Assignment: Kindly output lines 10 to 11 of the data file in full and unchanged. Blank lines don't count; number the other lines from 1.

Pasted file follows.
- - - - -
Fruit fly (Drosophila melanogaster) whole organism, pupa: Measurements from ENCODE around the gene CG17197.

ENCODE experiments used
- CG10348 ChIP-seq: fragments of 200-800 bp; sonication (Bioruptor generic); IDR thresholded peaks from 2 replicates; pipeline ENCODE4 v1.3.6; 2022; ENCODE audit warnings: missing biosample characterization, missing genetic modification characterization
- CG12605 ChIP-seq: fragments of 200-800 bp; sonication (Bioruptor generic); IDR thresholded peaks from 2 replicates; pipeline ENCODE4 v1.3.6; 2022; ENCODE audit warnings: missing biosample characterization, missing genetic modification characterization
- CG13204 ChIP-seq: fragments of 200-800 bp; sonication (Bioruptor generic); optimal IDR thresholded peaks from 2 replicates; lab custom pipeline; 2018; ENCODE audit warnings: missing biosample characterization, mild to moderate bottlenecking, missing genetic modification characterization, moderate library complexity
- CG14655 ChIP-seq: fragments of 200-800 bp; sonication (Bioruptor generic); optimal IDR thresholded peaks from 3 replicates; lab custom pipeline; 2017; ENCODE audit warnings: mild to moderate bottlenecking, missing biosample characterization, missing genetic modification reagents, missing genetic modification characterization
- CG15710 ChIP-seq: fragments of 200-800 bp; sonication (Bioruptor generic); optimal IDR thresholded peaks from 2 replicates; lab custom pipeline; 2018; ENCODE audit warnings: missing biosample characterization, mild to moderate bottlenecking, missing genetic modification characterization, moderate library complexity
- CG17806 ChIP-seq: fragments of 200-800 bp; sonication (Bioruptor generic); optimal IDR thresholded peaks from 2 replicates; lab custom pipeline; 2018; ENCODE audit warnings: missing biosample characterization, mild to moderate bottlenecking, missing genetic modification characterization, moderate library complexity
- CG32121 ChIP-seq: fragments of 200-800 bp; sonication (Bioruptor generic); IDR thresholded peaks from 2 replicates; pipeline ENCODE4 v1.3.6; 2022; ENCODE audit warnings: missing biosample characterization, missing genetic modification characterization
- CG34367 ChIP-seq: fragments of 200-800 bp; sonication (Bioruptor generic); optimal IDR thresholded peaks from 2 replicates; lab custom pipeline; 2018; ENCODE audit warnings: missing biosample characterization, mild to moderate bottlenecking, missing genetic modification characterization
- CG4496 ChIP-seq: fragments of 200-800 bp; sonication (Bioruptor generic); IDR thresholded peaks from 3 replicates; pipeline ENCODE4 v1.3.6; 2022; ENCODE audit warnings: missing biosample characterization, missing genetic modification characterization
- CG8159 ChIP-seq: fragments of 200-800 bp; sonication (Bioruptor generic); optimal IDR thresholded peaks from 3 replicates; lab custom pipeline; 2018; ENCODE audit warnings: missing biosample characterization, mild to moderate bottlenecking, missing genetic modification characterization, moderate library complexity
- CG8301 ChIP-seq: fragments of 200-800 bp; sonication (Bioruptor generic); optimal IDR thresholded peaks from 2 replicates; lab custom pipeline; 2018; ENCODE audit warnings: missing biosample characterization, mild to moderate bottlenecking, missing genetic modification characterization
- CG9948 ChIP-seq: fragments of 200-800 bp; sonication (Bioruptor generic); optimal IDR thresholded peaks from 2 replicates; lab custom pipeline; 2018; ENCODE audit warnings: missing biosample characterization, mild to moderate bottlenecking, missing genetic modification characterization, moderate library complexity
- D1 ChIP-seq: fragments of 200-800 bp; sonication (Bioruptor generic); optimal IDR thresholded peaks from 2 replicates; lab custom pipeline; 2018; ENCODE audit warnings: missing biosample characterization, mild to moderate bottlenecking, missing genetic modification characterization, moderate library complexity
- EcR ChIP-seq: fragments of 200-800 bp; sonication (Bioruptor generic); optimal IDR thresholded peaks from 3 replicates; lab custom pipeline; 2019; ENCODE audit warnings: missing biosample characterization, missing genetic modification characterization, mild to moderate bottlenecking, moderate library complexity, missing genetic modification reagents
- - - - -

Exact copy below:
- CG34367 ChIP-seq: fragments of 200-800 bp; sonication (Bioruptor generic); optimal IDR thresholded peaks from 2 replicates; lab custom pipeline; 2018; ENCODE audit warnings: missing biosample characterization, mild to moderate bottlenecking, missing genetic modification characterization
- CG4496 ChIP-seq: fragments of 200-800 bp; sonication (Bioruptor generic); IDR thresholded peaks from 3 replicates; pipeline ENCODE4 v1.3.6; 2022; ENCODE audit warnings: missing biosample characterization, missing genetic modification characterization